Estimated glomerular filtration rate (GFR) was ascertained according to the Modification of Diet in Renal Disease (MDRD-4) formula. CKD was defined as GFR <60 mL/min/1.73 m2 on at least 2 occasions separated by at least 3 months. In the control group, only age, sex, and GFR were recorded. For each HIV-infected patient, cardiovascular risk factors were evaluated according to the recommendations of Panel III of the National Cholesterol Education Program.5 We also recorded HIV exposure (mutually exclusive in the following order: intravenous drug use, homosexual or heterosexual activity), length of time from diagnosis, nadir lymphocyte CD4 cell count and the viral load before starting CART, HIV disease status according to the 1993 Centers for Disease Control and Prevention classification,6 exposure to antiretroviral treatment, classified as “naive” or “currently in treatment,” and hepatitis C coinfection. For those receiving CART, duration of exposure was also considered.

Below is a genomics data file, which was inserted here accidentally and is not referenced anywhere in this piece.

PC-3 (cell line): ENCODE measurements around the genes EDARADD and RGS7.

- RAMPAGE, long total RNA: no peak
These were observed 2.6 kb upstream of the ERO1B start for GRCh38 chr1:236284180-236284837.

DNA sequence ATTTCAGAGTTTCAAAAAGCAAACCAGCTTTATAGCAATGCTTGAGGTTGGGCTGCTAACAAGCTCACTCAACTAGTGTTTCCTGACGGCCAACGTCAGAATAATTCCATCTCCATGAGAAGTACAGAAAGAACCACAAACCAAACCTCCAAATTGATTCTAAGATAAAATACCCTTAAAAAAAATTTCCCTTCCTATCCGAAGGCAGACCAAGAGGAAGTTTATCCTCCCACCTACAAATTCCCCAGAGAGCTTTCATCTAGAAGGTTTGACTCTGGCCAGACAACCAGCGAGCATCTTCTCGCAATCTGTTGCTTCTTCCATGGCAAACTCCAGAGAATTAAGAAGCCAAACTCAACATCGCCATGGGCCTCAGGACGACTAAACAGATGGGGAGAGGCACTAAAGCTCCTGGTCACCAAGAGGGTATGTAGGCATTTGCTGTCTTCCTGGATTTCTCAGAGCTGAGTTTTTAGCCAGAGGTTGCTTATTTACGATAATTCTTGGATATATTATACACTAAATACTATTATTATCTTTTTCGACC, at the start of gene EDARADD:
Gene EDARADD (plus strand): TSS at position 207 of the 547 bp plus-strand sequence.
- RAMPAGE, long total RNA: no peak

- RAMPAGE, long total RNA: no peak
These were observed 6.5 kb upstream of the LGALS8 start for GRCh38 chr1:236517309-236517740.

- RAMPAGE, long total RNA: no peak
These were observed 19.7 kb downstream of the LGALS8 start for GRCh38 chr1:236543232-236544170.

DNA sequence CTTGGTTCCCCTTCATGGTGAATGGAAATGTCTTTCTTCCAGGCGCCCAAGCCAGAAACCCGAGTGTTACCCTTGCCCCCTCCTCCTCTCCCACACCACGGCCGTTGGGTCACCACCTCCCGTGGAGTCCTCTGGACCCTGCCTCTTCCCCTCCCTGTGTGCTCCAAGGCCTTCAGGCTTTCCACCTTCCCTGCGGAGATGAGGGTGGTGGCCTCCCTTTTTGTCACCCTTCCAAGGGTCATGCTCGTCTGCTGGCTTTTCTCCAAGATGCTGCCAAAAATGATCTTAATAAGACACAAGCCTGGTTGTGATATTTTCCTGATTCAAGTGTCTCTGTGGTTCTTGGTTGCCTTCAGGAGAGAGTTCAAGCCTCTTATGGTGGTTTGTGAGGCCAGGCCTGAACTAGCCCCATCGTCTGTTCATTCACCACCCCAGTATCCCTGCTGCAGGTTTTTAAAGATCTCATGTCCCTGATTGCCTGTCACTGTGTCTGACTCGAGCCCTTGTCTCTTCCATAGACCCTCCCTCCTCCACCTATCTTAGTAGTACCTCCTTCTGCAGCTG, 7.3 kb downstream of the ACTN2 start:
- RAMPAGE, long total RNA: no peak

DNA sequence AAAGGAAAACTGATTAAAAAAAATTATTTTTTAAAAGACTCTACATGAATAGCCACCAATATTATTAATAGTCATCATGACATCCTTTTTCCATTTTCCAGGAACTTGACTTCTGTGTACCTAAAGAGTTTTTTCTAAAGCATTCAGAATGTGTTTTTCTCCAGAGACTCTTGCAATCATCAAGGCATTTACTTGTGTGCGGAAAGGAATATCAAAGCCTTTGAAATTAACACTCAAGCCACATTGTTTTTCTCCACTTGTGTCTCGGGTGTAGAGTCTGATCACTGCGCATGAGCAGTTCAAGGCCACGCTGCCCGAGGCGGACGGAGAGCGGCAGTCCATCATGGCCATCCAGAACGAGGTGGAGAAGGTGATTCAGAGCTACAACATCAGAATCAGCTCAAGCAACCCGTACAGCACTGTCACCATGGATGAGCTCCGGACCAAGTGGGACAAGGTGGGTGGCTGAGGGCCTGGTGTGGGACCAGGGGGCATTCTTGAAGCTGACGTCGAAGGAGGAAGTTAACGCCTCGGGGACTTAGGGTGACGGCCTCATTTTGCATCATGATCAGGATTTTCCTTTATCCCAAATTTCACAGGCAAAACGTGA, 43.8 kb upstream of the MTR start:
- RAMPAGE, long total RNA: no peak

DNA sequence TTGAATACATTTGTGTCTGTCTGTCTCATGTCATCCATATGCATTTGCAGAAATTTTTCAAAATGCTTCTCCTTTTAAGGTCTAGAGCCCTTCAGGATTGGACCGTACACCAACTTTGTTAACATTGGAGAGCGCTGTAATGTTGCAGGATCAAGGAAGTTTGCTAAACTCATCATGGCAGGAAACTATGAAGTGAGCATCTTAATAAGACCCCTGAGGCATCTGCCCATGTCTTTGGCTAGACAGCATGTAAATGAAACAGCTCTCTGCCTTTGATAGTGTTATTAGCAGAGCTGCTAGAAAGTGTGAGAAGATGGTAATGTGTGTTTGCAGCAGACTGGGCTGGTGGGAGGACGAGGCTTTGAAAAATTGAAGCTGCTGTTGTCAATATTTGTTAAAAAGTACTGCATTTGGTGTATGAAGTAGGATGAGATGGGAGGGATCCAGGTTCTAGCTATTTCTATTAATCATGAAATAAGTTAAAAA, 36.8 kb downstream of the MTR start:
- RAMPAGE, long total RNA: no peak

The physical examination included height and weight measurements and arterial pressure readings. Lipodystrophy was defined through the patient's own perception of changes in distribution of body fat and an evaluation by a single investigator.

We studied 854 patients. Seven hundred forty-seven (87.5%) received antiretroviral treatment, and of these, 156 (18.3%) were exposed to tenofovir (TDF). Average exposure to CART was 80 months.

In the control group (2134 HIV-negative patients), a prevalence of CKD was 5.6% [95% confidence interval (CI): 4.7 to 6.7], whereas in the HIV infected was 7.6% (95% CI: 6.0 to 9.6). In naive patients, CKD prevalence was 4.7% and in CART exposed was 8% (P: 0.3). Thus, in comparison to the control group, HIV-infected patients showed a greater prevalence of CKD [Odds ratio (OR): 1.40; 95% CI: 1.02 to 1.91; P: 0.04].